It was at this point that Nick and Julian arrived and after a day of prospecting (see below) and a day of festering in a Salzburg bar, they went on the first overnight trip. They descended pitches of 10m to a rebelay, then 35m to a ledge followed by a rather giddy step across the abyss carrying the roaring stream below. Next came an 8m pitch, then a traverse along a rift for about 20m to a rocking chockstone which brought them to a large black space. This was the head of a 60m pitch similar to the final one in Juniper Gulf - and just as free. It landed on a balcony which gave the explorers a grandstand view of the base of a huge aven.
The stream was seen to disappear back down the rift in a narrow winding passage. This was soon abandoned in favour of the aven - here they called it a day and began the ascent. Julian, the first man up, accidentally moved the rope which returned through the boulders and Nick found himself trying to prusik through a 4" gap between the boulders. After much shouting, Julian was forced to abseil down to reposition the rope correctly.
The following night, Doug and Andy went on their first overnight trip, rigging the short 6m pitch down the balcony on a rather surreal set of belays. The pair landed on the massive boulder floor of the Hall of the Greene King. Estimates of the height varied, but 90-100m seemed reasonable. The diameter was approximately 20m.
After some scrambling around amongst the huge boulders, a large gallery was found leading off from the base of the aven. This was, to use Andy's words, "an exhibition hall of all the varieties of unstable boulder bridges". Several involuntary descents were made as the boulder floor rearranged itself. After many metres of unstable going, a short climb down was found which rapidly turned into an overhanging pitch of 5m. It was only on descending this pitch that the explorers realised quite how little they had been standing on at the take-off.
Continuing on down the gallery, a small stream was seen to debouche from the right hand wall, flowing across the passage and into a small passage in the left hand wall. This was followed on down to the head of a small free-hanging pitch, but the intrepid pair (following the draught) decided to cross the passage and ascend a small climb reaching the head of a pitch. Here, exploration halted for the day. A passage could be seen opposite the head of the pitch - Julian later entered this, but it merely regained the main passage further downstream.
Julian, Nick and Simon returned a couple of days later, and descended the pitch of 23m, split 12m down by a boulder jam and a complex of vadose inlets. The pitch landed on the floor of a deep wide vadose canyon, carrying the main stream. The explorers rushed on, reaching a thrutchy 6m climb down a boulder jam; the rift now became narrow, and after approximately 150m of traversing they reached a pitch down a mud slope. A bolt was placed, while Julian and Nick returned for more rope - the Fiesta Run was 12m of the muddiest pitch going. Ascenders and other gear became transformed into lumps of mud after a short time. Pausing only to rig yet another pitch, the explorers made for the surface. Considerable problems with slipping ascenders were experienced by those not using Jumars, and much use was made of Nick's toothbrush.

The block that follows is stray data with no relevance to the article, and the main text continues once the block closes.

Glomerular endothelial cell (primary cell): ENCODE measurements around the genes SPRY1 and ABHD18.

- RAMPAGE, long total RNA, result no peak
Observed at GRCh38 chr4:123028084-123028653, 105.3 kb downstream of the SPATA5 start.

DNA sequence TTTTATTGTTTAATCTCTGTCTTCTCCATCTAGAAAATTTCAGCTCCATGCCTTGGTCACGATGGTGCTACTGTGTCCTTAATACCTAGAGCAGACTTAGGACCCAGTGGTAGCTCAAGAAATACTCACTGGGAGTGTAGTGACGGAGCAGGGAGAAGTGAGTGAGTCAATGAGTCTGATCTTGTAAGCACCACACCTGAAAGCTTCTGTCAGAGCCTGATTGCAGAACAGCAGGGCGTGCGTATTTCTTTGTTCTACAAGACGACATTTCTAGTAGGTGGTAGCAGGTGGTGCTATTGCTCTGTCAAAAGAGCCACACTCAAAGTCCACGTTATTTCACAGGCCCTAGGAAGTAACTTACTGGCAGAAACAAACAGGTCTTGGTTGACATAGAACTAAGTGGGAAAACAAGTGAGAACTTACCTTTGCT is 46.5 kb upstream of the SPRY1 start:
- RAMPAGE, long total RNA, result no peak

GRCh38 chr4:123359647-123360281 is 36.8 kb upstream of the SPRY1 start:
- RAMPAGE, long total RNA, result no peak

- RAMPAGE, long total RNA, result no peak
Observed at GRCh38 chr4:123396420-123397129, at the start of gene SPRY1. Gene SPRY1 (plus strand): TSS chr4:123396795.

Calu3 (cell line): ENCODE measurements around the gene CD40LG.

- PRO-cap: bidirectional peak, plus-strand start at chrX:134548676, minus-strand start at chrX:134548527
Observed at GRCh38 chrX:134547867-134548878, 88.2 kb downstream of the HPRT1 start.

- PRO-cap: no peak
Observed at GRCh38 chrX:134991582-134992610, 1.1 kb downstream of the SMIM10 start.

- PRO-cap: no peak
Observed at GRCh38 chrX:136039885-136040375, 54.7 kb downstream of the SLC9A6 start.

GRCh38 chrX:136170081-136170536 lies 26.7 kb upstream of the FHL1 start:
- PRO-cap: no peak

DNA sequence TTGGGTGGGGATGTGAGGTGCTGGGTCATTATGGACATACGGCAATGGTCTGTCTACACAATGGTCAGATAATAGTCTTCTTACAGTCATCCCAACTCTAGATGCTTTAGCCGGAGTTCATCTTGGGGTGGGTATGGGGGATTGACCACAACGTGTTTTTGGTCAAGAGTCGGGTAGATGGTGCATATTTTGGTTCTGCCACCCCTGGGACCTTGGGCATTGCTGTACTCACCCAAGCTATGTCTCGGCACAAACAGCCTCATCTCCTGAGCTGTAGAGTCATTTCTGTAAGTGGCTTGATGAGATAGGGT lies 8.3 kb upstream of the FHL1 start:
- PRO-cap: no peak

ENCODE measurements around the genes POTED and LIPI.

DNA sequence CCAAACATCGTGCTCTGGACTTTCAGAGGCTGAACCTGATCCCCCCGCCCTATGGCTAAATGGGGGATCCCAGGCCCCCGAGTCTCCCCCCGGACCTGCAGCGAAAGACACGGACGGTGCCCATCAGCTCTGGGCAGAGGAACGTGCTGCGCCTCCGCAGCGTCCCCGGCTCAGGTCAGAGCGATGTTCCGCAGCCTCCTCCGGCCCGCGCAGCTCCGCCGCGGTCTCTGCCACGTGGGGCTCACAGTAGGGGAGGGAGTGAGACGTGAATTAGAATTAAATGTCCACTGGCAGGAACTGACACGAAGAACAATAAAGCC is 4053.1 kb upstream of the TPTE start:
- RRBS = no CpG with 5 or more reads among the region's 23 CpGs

It was while driving down from the last of these overnight trips that the three travellers woke up to find themselves in the river, having crashed through a barrier and somersaulted 10m down a near vertical bank. With one highly concussed chauffeur and a passenger with a severe head gash, Nick ran for help....
Sunday evening saw Julian in Bad Aussee hospital with a fractured sternum, ripped thumb muscles, and stitches in his nose, while Simon had been rushed to Salzburg with a suspected fracture of the cervical vertebra and stitches in the scalp. Nick escaped with a small bruise on his shoulder ! All this rather spoilt the prospects of completing exploration in Eislufthöhle, and people began to consider the feasibility of a derig with such a small team. Mike, Andy and Doug did a survey trip the following day, and later in the week Andy and Doug got down to the previously undescended pitch. Andy went down about 10m to the end of the rope and was able to hurl rocks an estimated 50-60m further.
A strenuous derig as far as Hall of the Greene King followed, Doug and Andy carrying large amounts of tackle out to the surface. Three days later, Doug, Nick, Dave Fox, Jont, Vic and Rod descended to remove the remaining tackle and grease the bolts with only 24 hours left before departure time.
Summing up, the hole is now 350m deep, and 400m should be a formality next year.
Use was made of Maillons Rapides and thimbles to economise on karabiners. The pot as far as Saved Shaft was rigged on one 100m length of Bluewater, rebelayed in many places. We were rather proud of this, as we needed only one protector on the whole 100m length. Saved Shaft would have been nearly impossible to rig safely for SRT and was equipped with a ladder and self-line. The rest of the pot was rigged on 11mm Interalp Speleo-rope, and short stretches of Marlow 16 plait terylene.
On some of our new Interalp, the sheath tended to bunch up on the core after several days at the base of a pitch - this was despite pre-washing to encourage sheath shrinkage. The Marlow had an unfortunate tendency to creak. Personally, I found this somewhat disconcerting.